The IAmsterdam card can be purchased for 24–72 hour time frames and ranges in price from €49 — €69. For just €10 more you can add the regional pass to your card. This allows you to explore some more great attractions outside of Amsterdam, and with public transport covered in your card, you are off to explore even more of the area.
From Allison at eternalarrival.com.
I recently bought the Granada City Pass simply because the Alhambra was completely sold out for the duration of my week stay in the city! I found a loophole, though: if you buy the Granada City Pass, they reserve a certain number of spots just for pass holders to see the Alhambra. For 33.50 €, I got access to not only the Alhambra and its gardens (a 21 € value) but also the beautiful Granada Cathedral (4 €) and Capilla Real, where the remains of Ferdinand and Isabel are buried (4 €), along with a bunch of free bus rides and a few other sights scattered across the city. Considering that I got 32 € of value and saw the Alhambra when I thought that I wouldn’t, I’m super happy with my decision to buy the Granada City Pass. I would highly recommend this alternative to anyone who waited too long to purchase their Alhambra tickets!
From Paula and Gordon of Contented Traveller.
The MadridCard is a City Pass which gave us free entry to many museums, attractions and also discounts at various participating cafes, restaurants and shops in the capital city of Spain. For us the words priority access with NO queuing was a huge selling point. We chose the 48 hours Madrid Card at 60 € per person. There are three must-see museums in Madrid — The Prado Museum, the Reina Sofia Museum and the Thyssen-Bornemisza Museum and the queues were horrendously long. Also, we wanted to make sure we had time to just go walking in Madrid.
If we had paid at the door, these are the prices, and also we would have queued forever in the hot sun.
- General admission to The Prado Museum is 14 €.
- Admission to the Reina Sofia Museum is 8 €
- Admission to the Thyssen-Bornemisza Museum is 15.50€.
That comes to 36.50 €, and a 24 hour Madrid Card pass is 47€.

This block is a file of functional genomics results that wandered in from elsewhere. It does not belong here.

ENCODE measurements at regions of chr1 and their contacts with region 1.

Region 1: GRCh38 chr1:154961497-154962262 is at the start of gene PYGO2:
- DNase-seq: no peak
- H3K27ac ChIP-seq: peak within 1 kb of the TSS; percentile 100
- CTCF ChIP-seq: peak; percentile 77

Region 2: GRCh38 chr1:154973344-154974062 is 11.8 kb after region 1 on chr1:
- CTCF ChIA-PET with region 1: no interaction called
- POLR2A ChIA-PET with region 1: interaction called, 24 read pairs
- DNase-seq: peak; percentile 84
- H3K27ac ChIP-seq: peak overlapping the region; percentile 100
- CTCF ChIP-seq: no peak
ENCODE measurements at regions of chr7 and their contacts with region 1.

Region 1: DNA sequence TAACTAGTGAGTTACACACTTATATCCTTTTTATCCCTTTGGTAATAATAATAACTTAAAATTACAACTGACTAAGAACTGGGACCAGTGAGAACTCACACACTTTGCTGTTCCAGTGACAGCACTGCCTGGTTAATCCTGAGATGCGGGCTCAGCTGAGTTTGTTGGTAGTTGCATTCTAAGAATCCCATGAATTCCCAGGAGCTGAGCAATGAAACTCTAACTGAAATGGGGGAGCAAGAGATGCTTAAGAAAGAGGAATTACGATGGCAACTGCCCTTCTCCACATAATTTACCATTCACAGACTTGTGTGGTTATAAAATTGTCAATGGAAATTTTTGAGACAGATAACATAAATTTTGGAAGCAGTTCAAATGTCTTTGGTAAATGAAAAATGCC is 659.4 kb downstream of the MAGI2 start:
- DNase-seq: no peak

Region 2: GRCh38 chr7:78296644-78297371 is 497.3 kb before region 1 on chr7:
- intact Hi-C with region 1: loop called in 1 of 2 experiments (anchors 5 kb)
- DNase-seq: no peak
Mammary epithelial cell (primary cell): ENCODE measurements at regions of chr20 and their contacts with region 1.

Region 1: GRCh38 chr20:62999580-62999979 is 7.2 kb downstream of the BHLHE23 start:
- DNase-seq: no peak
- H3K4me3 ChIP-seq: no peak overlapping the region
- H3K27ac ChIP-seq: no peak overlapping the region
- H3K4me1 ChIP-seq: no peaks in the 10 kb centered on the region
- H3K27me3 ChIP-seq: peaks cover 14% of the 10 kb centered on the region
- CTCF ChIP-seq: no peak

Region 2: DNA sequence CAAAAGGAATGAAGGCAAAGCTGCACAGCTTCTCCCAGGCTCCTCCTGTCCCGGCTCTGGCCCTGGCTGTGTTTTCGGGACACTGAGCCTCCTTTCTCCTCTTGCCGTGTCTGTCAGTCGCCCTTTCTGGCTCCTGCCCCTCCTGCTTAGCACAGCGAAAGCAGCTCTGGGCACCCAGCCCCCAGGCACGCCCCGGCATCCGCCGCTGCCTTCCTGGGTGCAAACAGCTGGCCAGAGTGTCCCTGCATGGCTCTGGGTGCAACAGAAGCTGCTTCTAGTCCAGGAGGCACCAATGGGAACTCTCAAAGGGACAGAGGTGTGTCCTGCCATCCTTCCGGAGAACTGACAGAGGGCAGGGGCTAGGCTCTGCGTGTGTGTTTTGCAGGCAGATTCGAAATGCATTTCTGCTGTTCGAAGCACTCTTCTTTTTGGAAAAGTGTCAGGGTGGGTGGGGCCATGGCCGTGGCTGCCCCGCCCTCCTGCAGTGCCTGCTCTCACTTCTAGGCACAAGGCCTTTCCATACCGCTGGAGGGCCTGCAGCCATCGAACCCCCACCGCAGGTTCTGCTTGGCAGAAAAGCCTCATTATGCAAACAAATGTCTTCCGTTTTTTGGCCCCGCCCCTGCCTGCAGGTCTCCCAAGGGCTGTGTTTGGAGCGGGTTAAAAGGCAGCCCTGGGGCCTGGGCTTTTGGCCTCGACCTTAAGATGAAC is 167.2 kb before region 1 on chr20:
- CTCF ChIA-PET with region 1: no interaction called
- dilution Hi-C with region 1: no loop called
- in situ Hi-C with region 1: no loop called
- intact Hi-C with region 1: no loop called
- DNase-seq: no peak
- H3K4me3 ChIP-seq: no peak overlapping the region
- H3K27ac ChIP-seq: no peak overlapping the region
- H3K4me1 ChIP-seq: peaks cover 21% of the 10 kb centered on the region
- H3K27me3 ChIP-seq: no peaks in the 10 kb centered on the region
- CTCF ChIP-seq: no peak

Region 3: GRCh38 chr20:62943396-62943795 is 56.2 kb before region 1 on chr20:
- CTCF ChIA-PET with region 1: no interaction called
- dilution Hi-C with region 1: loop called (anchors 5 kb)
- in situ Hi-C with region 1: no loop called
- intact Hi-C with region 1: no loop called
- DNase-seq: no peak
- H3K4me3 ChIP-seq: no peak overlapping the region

As it was, we showed our passes and guiltily walked passed all of the sweaty and cranky people. Too easy. Now I don’t know about you but I cannot do 3 museums in one day, so consider the 48 hours Madrid Card at 60 € . There is a card for 72 hours at 67 €.
We mixed it up with some other activities, like the Teleferico cable car, Madrid’s Cable Car, which is included in The MadridCard. This journey commenced at Paseo del Pintor Rosales street, and took us over the River Manzanares and into the Casa de Campo park. The cost was normally about 5,90€.
While we didn’t quite cover the cost of the passes, we certainly did not waste a day queuing to go into one museum, nor another day queuing to go into the next. We didn’t use the discounts on the cafes and restaurants and the shopping, but then that is just us. We were probably, according to my Maths, about 33€ in the red. If we had done the tour of the Royal Palace, we would have covered our costs easily.
We purchased the MadridCard because we are fans of the city cards, no matter where we are, because I have an aversion to queuing and wasting my valuable time. Forget the queues!
From the Nomadic Boys, Stefan and Sebestien, at nomadicboys.com
London is our home city and as locals, the best advise to any first hand visitor to the city is to get an Oyster card as soon as you can.
The London Underground (called “tube” by us!) is one of the most expensive metro systems in the world. For example, the cost of going just one stop from say Leicester Square to Charing Cross on the Northern (black) line will cost £4.80. With the Oyster card, this fare becomes £2.30.
More effective is the daily cap imposed by the Oyster card. If you buy a 1 day travel card for zones 1–2 (allowing you unlimited travel in these zones), you pay £12.10. But the Oyster card is programmed to impose a price cap at £6.50.
Oyster cards cost £3 to purchase at any tube station counter and you top up there, at one of the machines in the station or online.
It’s also very handy because you can use it on the bus and some overland trains and once you’re topped up and set to go, you whizz through any ticket queues and go straight to the ticket barrier.
The Oyster cards are an excellent value for money and will halve the cost of inter city transport in London, which is why it rates a five.
Have you used a European city card during your recent travels? Share your experience in the comments!